Drinker Biddle Webinar on 2013 Regulatory and Economic Outlook

Drinker Biddle’s Lobbying and Advocacy Team Senior Government Relations Director Jodie Curtis will be joining Heather B. Abrigo, Counsel, Drinker Biddle, and Nick Araco, Director of Growth Strategies, Drinker Biddle, to present a webinar on “2013 Regulatory and Economic Outlook.” The webinar, to be held at 10:00 a.m. on Wednesday, October 9, 2013, will touch upon implementation of the Affordable Care Act (ACA, or health reform), the debt ceiling debate, sequestration, and the current legislative and regulatory environments. For more information or to register, see

Washington Post Highlights Impact of Sequester on Scientific Research

In the September 24th edition of the Washington Post, Ariana Eunjung Cha highlighted the impact of budget cuts on research funding in her article “Budget Sequester Squeezes Scientific Research.” Cha notes that sequestration, across-the-board cuts that went into effect on March 1, 2013, has delayed research and forced layoffs in research labs across the country.

Sequestration Becomes a Reality

For months policymakers in Washington have devoted countless hours debating and attempting to prevent the automatic the board spending cuts know as sequestration.  (For more information on the sequestration process, see DBR’s Dewonkify on sequestration).  Washington has known that sequestration has been a possibility (however at times remote) since the Budget Control Act was enacted in August 2011.  At midnight tonight, Friday, March 1st, sequestration becomes a reality.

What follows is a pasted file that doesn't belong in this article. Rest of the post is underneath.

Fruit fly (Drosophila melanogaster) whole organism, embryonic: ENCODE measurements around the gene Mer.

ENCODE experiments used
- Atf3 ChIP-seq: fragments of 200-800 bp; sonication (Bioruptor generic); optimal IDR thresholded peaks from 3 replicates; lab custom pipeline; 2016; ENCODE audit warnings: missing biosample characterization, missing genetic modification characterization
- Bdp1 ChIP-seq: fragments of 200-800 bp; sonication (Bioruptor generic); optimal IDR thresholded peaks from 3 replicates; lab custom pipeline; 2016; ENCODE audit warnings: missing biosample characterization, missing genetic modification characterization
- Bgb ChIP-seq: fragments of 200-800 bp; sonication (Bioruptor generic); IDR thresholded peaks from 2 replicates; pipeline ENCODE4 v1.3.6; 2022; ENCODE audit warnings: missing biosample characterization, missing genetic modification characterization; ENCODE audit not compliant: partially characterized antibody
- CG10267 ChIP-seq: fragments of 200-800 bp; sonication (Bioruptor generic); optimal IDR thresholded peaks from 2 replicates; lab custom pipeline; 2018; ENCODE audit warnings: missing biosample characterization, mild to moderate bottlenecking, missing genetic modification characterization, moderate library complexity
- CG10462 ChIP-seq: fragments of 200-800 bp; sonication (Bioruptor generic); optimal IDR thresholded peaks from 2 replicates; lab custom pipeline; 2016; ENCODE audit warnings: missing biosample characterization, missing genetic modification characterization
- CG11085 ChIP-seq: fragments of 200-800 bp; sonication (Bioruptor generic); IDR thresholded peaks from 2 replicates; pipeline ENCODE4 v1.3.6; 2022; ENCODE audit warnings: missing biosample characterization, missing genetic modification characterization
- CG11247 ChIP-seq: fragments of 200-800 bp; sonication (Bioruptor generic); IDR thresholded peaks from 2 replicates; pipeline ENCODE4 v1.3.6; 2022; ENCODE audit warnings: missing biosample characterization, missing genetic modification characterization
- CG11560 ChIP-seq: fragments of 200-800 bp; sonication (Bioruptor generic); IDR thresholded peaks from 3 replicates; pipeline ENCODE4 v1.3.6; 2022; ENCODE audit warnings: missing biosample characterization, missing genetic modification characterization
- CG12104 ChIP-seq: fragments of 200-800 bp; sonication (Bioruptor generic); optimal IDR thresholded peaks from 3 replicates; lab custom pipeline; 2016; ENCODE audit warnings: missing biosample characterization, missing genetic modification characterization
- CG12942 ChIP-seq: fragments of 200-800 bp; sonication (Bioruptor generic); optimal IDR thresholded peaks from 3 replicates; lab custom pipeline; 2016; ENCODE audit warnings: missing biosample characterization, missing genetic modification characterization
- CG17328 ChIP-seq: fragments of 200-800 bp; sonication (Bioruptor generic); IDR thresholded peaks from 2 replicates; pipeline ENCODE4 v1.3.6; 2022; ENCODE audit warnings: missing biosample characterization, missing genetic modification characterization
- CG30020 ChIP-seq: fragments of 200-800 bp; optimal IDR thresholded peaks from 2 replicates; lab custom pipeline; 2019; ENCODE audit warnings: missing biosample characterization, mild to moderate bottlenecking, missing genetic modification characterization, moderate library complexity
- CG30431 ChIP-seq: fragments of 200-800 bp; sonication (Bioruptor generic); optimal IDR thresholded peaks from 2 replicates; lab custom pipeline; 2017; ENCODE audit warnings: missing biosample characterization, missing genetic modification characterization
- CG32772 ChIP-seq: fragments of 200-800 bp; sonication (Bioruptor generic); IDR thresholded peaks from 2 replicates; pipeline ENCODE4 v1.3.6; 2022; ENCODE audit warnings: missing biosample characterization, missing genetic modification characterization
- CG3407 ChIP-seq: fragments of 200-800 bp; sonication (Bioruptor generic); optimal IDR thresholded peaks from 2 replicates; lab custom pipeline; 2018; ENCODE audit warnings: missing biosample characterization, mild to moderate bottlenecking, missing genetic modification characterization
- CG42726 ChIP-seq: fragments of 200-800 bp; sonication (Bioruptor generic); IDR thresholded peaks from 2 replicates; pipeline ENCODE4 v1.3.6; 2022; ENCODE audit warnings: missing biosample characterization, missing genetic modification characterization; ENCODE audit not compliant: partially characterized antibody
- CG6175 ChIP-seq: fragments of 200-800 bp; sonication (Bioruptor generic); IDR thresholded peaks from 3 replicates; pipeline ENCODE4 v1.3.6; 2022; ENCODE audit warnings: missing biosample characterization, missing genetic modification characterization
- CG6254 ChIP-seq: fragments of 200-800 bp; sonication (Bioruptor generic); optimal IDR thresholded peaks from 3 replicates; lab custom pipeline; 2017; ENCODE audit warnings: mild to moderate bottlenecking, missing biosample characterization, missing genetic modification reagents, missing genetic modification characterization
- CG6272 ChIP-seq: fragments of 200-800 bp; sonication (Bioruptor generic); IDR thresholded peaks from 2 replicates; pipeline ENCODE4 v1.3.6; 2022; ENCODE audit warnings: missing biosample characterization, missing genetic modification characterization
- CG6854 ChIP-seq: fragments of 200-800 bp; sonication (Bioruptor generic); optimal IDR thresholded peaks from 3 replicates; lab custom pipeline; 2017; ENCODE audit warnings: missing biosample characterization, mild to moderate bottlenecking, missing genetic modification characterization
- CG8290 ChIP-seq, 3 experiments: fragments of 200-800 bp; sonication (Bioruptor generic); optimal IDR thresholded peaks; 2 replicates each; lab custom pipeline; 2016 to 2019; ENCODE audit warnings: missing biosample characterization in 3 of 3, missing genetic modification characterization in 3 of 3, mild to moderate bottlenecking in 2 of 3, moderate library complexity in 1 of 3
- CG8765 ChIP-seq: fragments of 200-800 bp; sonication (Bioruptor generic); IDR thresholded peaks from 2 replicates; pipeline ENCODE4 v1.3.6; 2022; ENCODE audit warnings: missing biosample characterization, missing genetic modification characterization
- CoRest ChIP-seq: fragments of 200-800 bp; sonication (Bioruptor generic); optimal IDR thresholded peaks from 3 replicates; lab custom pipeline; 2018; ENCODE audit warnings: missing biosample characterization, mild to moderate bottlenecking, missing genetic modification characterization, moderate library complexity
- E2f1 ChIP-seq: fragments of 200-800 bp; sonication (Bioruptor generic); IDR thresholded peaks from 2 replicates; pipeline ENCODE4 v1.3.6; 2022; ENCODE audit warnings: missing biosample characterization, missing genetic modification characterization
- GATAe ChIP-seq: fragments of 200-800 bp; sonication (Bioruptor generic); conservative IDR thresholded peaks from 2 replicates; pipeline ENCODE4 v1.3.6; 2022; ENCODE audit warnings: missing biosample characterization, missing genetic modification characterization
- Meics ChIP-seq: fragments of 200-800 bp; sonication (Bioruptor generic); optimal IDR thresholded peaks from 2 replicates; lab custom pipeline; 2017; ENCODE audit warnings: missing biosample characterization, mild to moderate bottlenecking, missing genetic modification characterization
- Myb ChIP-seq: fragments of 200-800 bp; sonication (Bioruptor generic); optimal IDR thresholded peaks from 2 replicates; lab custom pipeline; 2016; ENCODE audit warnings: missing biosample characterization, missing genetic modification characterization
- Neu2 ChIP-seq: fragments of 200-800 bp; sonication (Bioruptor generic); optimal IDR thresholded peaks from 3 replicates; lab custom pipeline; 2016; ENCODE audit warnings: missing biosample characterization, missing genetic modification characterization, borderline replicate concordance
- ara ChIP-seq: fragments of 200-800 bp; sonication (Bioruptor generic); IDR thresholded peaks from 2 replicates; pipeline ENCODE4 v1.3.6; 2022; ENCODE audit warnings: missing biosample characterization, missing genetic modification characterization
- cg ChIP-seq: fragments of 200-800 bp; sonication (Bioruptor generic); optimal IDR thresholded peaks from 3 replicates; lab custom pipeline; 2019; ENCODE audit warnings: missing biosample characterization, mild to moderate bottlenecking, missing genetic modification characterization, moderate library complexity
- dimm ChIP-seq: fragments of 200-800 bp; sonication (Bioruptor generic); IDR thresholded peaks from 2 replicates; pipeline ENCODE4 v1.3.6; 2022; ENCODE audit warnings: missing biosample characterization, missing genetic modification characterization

What actually happens in sequestration?

Earlier this week, the White House Office of Management and Budget released a memo to all agencies providing some guidance on how to prepare for sequestration.  Agencies are still sorting out how to specifically implement many of the sequestration requirements.  These cuts will not necessarily happen overnight.

The Senate Appropriations Committee has a list of the impact of sequestration by agency.

There’s been a lot of talk of furloughing federal workers. Does this mean federal workers would expect a long weekend?

No.  Some agencies have already issued furlough notices to employees, most notably the Department of Defense.  But not all agencies will necessarily furlough employees, and some may delay any immediate furloughs.  For example, the Internal Revenue Service announced that it would not furlough individuals until after the April 15, 2013 tax deadline.

What does it mean if for federal workers who are furloughed?